Charcoal briquettes give you a longer burn with more consistent heat and are readily available basically everywhere, but the wood used to make it is unknown, and the fillers used to create those uniform little cubes of charcoal can impart a flavor that someone experienced with lump or raw wood will definitely notice.

Lump charcoal is simply chunks of wood that have been turned into charcoal. There are many kinds of lump charcoal out there, but they all share a few characteristics that make them superior to briquettes. The fire won’t last quite as long (still plenty long for a family grill-out), and the temperature will cool down over time more so than briquettes, but you’ll get a much hotter fire. Many companies also tell you what kind of wood was used in making the charcoal, so you can play around with adding different flavors to your grilling.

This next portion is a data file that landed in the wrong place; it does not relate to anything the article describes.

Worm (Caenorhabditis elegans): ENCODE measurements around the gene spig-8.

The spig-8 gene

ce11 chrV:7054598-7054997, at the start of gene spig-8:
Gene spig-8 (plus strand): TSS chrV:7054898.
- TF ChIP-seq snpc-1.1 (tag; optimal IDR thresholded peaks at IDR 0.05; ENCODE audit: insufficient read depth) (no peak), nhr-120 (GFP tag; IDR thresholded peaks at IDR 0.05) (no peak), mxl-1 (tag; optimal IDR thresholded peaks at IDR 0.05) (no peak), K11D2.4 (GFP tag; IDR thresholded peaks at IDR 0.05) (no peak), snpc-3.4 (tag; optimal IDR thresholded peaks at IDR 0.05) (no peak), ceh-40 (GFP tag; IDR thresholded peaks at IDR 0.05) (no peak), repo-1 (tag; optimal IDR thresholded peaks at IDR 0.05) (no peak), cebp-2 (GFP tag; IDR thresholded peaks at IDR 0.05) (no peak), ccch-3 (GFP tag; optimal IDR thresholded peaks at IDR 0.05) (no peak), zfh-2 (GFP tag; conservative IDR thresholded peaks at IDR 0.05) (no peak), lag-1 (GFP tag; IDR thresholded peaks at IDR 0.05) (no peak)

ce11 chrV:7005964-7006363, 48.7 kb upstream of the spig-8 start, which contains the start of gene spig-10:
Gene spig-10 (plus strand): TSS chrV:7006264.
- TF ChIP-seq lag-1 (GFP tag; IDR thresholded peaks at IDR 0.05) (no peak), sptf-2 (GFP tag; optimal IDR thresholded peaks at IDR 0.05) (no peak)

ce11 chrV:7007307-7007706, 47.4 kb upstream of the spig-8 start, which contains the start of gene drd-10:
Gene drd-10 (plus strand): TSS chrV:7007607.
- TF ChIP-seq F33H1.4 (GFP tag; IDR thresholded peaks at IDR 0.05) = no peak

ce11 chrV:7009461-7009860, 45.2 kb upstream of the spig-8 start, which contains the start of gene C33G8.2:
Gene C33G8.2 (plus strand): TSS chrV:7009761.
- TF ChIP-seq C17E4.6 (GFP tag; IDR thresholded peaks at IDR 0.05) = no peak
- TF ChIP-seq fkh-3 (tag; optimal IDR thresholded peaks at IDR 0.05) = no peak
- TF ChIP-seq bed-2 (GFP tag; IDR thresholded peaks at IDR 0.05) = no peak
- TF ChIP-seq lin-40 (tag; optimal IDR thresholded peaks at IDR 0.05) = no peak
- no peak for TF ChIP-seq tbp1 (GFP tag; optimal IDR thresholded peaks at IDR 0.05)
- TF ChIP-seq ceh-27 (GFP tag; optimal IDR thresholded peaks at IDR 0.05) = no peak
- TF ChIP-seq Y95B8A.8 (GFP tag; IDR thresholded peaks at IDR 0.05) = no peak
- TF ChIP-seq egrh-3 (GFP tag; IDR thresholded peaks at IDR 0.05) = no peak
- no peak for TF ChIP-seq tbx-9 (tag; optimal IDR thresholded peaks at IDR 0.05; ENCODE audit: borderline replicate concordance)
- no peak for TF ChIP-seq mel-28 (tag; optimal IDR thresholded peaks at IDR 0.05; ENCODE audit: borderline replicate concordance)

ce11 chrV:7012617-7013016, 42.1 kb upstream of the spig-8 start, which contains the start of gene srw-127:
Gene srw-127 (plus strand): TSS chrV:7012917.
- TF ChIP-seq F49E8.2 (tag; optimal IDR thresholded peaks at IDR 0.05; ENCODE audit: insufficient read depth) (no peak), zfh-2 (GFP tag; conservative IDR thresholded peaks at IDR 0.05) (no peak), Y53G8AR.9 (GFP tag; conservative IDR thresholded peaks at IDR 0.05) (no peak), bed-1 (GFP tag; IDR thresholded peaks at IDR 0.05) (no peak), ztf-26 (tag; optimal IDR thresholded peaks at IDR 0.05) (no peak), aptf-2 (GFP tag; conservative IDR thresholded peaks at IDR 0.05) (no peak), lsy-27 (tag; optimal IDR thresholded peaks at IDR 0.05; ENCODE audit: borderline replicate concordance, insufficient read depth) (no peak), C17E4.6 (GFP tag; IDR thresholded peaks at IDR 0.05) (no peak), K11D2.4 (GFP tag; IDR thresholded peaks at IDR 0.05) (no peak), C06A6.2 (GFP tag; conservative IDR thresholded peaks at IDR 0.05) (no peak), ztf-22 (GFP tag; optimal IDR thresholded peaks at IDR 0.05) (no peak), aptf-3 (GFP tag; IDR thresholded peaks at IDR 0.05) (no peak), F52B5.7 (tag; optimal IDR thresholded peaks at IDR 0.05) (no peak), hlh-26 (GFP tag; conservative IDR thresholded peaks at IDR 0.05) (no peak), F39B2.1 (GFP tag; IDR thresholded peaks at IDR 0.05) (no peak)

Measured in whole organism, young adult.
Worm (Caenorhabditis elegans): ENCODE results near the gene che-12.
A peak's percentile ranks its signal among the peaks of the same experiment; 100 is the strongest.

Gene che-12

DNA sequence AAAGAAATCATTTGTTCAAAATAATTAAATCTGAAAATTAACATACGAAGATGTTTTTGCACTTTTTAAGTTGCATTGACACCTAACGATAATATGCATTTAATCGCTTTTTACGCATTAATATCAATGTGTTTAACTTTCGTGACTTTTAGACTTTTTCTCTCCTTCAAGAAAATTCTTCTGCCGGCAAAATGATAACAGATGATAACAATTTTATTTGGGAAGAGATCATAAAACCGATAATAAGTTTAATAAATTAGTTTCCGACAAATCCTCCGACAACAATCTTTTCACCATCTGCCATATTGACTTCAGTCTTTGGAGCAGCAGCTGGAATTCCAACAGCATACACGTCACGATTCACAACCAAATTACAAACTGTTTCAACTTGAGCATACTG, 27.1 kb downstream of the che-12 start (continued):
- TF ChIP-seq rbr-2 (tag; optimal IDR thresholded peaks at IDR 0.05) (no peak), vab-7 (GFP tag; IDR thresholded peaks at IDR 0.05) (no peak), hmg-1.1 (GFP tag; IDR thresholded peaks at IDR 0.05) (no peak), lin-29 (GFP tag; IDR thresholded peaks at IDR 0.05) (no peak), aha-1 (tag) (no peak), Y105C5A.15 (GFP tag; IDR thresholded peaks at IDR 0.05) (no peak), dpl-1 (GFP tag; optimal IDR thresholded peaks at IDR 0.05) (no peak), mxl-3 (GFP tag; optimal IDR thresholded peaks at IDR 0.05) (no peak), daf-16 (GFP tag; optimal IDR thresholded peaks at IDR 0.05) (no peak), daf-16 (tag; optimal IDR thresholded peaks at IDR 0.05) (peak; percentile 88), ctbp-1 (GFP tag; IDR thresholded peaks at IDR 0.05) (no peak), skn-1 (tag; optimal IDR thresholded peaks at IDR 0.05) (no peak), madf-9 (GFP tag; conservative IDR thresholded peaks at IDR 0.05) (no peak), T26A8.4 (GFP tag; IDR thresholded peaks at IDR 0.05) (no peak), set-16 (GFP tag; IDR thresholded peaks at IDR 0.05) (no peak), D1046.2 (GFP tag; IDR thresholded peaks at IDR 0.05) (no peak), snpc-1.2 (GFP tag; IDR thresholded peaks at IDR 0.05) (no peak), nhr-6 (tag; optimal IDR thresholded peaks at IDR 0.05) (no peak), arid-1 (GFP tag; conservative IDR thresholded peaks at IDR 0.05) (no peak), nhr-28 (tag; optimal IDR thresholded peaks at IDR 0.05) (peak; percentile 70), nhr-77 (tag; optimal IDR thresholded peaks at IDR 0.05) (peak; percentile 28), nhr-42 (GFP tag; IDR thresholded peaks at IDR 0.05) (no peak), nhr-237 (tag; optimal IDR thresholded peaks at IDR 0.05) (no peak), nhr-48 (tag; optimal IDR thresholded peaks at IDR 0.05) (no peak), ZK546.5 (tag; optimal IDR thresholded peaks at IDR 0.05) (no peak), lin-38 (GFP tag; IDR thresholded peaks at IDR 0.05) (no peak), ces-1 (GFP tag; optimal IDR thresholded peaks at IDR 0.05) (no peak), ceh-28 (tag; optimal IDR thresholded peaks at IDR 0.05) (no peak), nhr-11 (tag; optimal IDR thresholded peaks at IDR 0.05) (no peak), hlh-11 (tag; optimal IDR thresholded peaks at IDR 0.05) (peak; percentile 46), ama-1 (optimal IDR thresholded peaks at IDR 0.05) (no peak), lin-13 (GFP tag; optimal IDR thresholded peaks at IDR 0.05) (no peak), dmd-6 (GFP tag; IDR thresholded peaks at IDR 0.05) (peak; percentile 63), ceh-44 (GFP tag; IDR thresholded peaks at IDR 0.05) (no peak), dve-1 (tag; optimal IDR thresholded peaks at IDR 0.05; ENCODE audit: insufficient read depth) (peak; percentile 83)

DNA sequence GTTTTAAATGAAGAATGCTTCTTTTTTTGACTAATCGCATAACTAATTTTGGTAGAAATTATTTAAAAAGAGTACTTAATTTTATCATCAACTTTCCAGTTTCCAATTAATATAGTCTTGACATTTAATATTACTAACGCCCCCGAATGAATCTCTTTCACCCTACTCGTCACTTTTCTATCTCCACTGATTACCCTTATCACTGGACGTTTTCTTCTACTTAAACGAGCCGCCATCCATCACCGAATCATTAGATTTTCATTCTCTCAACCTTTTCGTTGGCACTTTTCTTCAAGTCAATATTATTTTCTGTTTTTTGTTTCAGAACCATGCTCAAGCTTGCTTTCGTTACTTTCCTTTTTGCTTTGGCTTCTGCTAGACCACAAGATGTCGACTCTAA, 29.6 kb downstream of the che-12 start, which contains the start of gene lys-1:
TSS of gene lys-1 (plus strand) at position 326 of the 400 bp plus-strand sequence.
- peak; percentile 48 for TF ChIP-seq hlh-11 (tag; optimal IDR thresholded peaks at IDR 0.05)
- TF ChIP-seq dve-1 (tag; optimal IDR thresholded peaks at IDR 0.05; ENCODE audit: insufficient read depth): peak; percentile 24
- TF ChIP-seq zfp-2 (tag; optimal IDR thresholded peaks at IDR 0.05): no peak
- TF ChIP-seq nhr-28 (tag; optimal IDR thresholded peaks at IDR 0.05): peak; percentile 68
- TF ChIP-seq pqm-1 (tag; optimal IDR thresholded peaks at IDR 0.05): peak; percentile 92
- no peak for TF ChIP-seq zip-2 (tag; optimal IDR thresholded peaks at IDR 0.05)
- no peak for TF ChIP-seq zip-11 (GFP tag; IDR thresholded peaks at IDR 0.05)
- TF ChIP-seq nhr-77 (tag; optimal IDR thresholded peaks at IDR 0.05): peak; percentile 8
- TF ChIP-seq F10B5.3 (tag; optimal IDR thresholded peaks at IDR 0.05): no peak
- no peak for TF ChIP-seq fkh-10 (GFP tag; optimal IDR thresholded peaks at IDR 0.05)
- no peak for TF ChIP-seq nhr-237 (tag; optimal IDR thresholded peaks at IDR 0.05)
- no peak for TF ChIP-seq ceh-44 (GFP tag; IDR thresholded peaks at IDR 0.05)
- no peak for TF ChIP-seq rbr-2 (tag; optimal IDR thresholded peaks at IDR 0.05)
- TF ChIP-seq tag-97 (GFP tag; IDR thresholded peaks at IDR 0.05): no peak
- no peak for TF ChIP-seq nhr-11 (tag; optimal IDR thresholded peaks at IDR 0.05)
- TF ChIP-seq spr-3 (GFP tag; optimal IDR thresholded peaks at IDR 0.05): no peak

Raw wood is your third option. Think campfire grilling. Big flames, hot fires, heavy smoke, and a whole lot of flavor. It takes more work to regulate than lump charcoal, and unless you’re cutting your own, it can get pricey.

Personally, I lean heavily on Rockwood Lump Charcoal. Good price, not a lot of gravel (the small, useless chunks of charcoal at the bottom of the bag), and it’s Oak and Hickory with a consistent flavor to it. I save the raw wood for special occasions (Applewood is absolutely amazing for steak!)

Aras’ Favourite Charcoal

I thought I was here to learn how to grill!

Let’s get down to the meat and potatoes of it! Expect the whole process to take roughly one hour total, with roughly 20 minutes of handling and 40 minutes of waiting. You’ll need the following ingredients:

Steak
Salt/Pepper (to taste)
Virgin olive oil